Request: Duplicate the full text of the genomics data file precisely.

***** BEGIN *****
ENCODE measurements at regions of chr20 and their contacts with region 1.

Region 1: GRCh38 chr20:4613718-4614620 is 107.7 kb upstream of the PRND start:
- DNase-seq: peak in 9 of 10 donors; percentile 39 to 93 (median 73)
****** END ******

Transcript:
ENCODE measurements at regions of chr20 and their contacts with region 1.

Region 1: GRCh38 chr20:4613718-4614620 is 107.7 kb upstream of the PRND start:
- DNase-seq: peak in 9 of 10 donors; percentile 39 to 93 (median 73)